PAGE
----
OBJECTIVE: To establish whether one can build a mortality prediction model for COVID-19 patients based solely on demographics and comorbidity data that outperforms age alone. Such a model could be a precursor to implementing smart lockdowns and vaccine distribution strategies. METHODS: The training cohort comprised 2337 COVID-19 inpatients from nine hospitals in The Netherlands. The clinical outcome was death within 21 days of being discharged. The features were derived from electronic health records collected during admission. Three feature selection methods were used: LASSO, univariate using a novel metric, and pairwise (age being half of each pair). 478 patients from Belgium were used to test the model. All modeling attempts were compared against an age-only model. RESULTS: In the training cohort, the mortality group's median age was 77 years (interquartile range = 70-83), higher than the non-mortality group (median = 65, IQR = 55-75). The incidence of former/active smokers, male gender, hypertension, diabetes, dementia, cancer, chronic obstructive pulmonary disease, chronic cardiac disease, chronic neurological disease, and chronic kidney disease was higher in the mortality group. All stated differences were statistically significant after Bonferroni correction. LASSO selected eight features, novel univariate chose five, and pairwise chose none. No model was able to surpass an age-only model in the external validation set, where age had an AUC of 0.85 and a balanced accuracy of 0.77. CONCLUSION: When applied to an external validation set, we found that an age-only mortality model outperformed all modeling attempts (curated on www.covid19risk.ai) using three feature selection methods on 22 demographic and comorbid features.


Subject(s)
COVID-19/mortality , Age Factors , Aged , Aged, 80 and over , Belgium/epidemiology , COVID-19/diagnosis , COVID-19/epidemiology , Cohort Studies , Communicable Disease Control , Comorbidity , Electronic Health Records , Female , Hospitalization , Humans , Male , Middle Aged , Netherlands/epidemiology , Prognosis , Risk Assessment , Risk Factors , SARS-CoV-2/isolation & purification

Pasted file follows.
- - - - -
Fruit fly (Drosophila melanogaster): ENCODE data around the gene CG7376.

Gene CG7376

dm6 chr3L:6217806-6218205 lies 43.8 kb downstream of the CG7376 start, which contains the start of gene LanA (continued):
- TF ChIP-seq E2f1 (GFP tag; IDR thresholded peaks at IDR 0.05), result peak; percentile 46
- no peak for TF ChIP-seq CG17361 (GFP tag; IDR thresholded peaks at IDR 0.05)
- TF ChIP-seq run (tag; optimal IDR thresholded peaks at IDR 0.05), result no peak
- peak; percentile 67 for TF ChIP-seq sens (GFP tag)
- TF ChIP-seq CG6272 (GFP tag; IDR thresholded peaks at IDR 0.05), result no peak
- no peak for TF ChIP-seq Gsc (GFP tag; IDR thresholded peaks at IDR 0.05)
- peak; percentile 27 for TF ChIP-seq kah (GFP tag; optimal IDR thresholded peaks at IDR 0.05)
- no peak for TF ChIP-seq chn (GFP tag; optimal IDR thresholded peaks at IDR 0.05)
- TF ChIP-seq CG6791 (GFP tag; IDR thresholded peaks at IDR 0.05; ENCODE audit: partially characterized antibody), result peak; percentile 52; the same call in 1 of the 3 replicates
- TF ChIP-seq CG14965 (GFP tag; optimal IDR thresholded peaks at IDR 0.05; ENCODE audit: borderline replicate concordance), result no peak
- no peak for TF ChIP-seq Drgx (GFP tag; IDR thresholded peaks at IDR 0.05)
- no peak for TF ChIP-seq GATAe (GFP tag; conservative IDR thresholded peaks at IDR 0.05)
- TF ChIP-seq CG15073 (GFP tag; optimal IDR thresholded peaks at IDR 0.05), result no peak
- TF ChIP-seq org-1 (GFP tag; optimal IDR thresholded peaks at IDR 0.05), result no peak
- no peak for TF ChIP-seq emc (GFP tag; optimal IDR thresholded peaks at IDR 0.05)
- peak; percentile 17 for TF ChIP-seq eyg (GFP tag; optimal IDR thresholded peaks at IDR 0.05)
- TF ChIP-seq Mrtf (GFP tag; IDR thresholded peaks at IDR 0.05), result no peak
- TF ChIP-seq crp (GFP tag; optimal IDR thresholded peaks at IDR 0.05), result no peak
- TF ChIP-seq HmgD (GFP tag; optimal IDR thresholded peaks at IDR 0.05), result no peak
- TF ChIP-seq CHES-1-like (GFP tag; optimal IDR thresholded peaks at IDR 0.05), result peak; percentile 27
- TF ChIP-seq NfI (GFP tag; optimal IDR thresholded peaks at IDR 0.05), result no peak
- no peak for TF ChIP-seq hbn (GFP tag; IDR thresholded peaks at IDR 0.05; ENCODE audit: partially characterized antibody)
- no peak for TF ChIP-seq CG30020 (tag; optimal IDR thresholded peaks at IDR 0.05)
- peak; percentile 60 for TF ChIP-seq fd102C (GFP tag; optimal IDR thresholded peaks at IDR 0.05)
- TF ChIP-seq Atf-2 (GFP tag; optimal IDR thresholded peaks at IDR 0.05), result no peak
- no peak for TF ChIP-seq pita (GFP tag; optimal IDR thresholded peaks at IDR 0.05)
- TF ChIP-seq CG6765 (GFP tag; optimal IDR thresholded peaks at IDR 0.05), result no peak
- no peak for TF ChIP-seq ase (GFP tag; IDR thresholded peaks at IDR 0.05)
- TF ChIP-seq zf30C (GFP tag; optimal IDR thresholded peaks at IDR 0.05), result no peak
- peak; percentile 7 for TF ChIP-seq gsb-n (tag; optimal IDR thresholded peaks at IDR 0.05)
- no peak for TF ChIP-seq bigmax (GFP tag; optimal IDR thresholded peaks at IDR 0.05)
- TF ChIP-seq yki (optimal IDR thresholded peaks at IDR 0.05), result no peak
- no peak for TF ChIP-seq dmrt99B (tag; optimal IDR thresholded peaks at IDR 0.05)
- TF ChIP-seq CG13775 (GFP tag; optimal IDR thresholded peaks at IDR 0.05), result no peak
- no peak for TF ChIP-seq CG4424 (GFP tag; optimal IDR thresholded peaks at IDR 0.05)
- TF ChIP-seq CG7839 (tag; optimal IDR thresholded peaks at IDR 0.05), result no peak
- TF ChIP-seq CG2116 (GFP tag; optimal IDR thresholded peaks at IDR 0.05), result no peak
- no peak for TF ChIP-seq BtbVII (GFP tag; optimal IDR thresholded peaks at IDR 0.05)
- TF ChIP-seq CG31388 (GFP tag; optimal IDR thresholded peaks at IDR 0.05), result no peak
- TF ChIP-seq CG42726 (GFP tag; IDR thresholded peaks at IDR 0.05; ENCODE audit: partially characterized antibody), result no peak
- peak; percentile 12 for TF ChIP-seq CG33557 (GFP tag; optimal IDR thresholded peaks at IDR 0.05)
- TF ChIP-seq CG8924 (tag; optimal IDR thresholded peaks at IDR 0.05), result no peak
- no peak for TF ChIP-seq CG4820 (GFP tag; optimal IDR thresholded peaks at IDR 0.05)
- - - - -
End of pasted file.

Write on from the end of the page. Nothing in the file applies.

10.
Arch Osteoporos ; 16(1): 11, 2021 01 07.
Article in English | MEDLINE | ID: covidwho-1014210

ABSTRACT

This is a survey study concerning osteoporosis care during the COVID-19 pandemic in the Netherlands. Respondents reported that osteoporosis care stagnated and lower quality of care was provided. This leads to the conclusion that standardization of osteoporosis care delivery in situations of crisis is needed. PURPOSE: During the initial phase of the COVID-19 pandemic, there was no guidance of professional societies or guidelines on the organization of osteoporosis care in case of such a crisis, and treatment relied on local ad hoc strategies. Experiences from the current pandemic need to be taken into account for the near future, and therefore, a national multidisciplinary survey was carried out in the Netherlands. METHODS: A survey of 17 questions concerning the continuation of bone mineral density measurements by Dual Energy X-ray absorptiometry (DXA), outpatient clinic visits, and prescription of medication was sent to physicians, nurses, nurse practitioners, and physician assistants working in the field of osteoporosis. RESULTS: 77 respondents finished the questionnaire, of whom 39 (50.6%) reported a decline in DXA-scanning and 36 (46.8%) no scanning at all during the pandemic. There was an increase in remote consultations for both new and control patient visits (n = 48, 62.3%; n = 62, 81.7% respectively). Lower quality of care regarding fracture prevention was reported by more than half of the respondents (n = 44, 57.1%). Treatment with intravenous bisphosphonates and denosumab was delayed according to 35 (45.4%) and 6 (6.3%) of the respondents, respectively. CONCLUSION: During the COVID-19 pandemic, osteoporosis care almost completely arrested, especially because of the discontinuation of DXA-scanning and closing of outpatient clinics. More than half of the respondents reported a substantial lower quality of osteoporosis care during the COVID pandemic. To prevent an increase in fracture rates and a decrease in patient motivation, adherence and satisfaction, standardization of osteoporosis care delivery in situations of crisis is needed.


Subject(s)
COVID-19 , Osteoporosis , Absorptiometry, Photon , Humans , Netherlands/epidemiology , Osteoporosis/diagnostic imaging , Osteoporosis/epidemiology , Pandemics , SARS-CoV-2 , Surveys and Questionnaires